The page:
My Diagnosis Does Not Define Me

My Diagnosis Does Not Define Me.pngWhen I am getting to know someone and they ask me to tell them about myself I typically answer along the lines of:

My name is Aubri Haggard and I am finishing my last semester of my Masters of Business Administration degree from the University of Nevada, Reno (UNR). I work for the accounting department at UNR and teach a managerial accounting class to sophomore level students. After I finish my degree I will be moving to San Francisco to work for a public accounting firm where I will work towards becoming a Certified Public Accountant. In my free time, I love to spend time with my family, friends, and boyfriend.

You will notice that first and foremost I talk about being a student, then I talk about my current job as a part time teacher and my future job as an accountant for a public accounting firm. Finally, I talk about being a family member, a friend, and a girlfriend. When I think about myself I think of myself primarily as a student, an aspiring accountant, a family member, a friend, and a girlfriend.

I think that the way I talk about myself is incredibly important and gives great insight into how I value myself. Having spent the last 5 years of my life at a university pursuing higher education, I feel that this is one of the most important pieces of myself. From here I talk about my career and then who I am personally. Never at any point do I say, “I suffer from Bipolar Disorder.” I don’t say this because I do not believe that being bipolar defines me. When I think about being bipolar, I think of it as a minor attribute not a defining feature of myself.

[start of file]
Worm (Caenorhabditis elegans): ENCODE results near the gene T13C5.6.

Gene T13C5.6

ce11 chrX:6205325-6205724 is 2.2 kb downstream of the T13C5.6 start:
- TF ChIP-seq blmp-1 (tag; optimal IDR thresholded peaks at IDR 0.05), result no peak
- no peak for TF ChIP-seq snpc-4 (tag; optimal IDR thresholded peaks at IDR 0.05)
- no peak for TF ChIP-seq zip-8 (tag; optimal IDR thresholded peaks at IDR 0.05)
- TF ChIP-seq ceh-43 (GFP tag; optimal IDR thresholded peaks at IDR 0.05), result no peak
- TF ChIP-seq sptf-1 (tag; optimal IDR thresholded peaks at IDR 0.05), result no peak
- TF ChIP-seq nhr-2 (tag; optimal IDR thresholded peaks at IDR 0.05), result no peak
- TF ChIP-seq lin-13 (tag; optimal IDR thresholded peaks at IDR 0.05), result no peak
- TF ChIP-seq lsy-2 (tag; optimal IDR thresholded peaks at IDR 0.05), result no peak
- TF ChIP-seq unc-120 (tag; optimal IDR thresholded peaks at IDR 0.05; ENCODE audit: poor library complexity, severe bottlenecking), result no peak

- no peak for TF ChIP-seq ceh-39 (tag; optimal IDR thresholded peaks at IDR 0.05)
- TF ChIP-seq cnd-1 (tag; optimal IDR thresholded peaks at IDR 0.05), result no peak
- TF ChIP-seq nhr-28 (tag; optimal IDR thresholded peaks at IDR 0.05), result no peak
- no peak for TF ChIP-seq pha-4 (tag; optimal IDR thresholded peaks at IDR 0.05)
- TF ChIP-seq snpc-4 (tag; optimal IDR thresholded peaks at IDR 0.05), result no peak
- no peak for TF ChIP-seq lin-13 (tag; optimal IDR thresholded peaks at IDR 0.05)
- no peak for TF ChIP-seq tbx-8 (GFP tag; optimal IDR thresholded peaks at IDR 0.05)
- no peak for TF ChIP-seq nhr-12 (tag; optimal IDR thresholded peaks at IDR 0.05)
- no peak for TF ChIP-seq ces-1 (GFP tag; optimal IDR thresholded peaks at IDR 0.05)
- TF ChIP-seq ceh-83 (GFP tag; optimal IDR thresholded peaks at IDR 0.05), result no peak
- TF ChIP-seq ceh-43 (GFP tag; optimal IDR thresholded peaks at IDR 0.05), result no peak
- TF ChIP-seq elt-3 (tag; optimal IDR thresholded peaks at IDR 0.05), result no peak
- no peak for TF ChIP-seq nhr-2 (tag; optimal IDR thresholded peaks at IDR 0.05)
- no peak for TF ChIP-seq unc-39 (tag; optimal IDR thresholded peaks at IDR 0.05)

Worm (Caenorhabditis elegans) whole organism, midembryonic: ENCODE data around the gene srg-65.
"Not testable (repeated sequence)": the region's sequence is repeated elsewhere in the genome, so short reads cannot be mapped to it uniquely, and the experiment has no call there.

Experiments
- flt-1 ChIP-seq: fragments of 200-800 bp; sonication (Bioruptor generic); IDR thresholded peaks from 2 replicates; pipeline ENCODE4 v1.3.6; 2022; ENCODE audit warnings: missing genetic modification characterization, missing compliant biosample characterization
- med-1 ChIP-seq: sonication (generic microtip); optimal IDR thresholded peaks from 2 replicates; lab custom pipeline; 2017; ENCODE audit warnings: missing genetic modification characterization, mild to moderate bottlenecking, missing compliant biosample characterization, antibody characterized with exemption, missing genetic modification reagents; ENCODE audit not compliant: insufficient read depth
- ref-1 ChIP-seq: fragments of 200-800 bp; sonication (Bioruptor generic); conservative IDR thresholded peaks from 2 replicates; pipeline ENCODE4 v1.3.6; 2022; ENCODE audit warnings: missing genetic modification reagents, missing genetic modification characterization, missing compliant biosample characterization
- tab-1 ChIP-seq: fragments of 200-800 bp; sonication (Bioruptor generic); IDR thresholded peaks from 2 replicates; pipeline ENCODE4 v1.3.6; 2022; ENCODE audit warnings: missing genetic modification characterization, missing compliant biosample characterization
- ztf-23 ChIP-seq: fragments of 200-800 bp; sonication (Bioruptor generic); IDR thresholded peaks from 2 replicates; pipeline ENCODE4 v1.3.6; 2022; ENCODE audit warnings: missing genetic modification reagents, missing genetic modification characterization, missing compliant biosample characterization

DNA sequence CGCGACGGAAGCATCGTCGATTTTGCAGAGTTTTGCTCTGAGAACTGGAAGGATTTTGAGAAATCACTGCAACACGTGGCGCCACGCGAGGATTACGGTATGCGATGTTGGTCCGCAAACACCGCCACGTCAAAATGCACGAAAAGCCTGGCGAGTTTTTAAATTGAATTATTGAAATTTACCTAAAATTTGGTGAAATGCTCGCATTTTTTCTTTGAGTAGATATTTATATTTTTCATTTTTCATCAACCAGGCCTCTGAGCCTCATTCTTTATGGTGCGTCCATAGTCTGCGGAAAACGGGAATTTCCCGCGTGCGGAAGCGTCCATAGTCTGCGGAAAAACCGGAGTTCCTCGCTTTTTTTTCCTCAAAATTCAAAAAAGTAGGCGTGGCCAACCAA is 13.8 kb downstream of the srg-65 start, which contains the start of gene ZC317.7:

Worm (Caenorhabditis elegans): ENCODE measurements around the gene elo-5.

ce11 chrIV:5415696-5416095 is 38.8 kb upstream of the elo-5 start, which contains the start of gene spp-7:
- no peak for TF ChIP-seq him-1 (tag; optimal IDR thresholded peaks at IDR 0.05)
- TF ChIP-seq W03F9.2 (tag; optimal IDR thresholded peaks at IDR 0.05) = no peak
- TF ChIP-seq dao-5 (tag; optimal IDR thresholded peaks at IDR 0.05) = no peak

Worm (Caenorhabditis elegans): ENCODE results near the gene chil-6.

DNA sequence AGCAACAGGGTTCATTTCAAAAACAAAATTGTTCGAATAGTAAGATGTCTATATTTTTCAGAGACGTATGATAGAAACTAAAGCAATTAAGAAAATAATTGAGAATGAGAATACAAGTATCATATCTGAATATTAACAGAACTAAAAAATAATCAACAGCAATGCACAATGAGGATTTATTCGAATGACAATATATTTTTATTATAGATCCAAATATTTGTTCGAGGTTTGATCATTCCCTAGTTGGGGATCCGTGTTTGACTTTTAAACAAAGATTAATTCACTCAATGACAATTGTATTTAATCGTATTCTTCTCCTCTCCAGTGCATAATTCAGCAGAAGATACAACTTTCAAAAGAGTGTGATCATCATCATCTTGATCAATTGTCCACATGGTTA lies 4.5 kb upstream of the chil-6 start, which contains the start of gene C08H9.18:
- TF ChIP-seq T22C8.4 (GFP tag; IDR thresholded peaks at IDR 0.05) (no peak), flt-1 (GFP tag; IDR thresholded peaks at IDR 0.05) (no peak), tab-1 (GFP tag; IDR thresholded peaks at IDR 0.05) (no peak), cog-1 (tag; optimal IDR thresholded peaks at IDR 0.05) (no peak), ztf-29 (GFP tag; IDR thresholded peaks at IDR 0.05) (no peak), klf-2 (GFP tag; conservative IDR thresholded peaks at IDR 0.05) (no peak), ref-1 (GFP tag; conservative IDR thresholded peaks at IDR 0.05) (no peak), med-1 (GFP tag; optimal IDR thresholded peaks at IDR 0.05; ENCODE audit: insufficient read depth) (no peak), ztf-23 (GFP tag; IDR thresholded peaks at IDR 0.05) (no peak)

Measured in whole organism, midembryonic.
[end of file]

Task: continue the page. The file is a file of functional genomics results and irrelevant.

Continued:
Choosing to think of being bipolar as a minor attribute instead of a defining feature gives me the freedom to be who I want to be. I get to choose to be a student not a student who is bipolar; I get to choose to be an apprising accountant not a professional who experiences manic and depressive episodes; I get to be a family member, a friend, and a girlfriend who loves deeply not a woman who experiences mood swings.

It took time and hard work to get to a place where I felt like my diagnosis did not define me. There were some days where I felt worthless, days where I felt like my diagnosis was holding me back, and days where I wanted to float away to escape the pain. However, I know that with determination and a supportive “tribe” that I am in control and that I get to choose what defines me.

Leave a comment below and tell me how you choose to define yourself! Until next time remember you are in control of how you define yourself.

(Graphic created using Canva)


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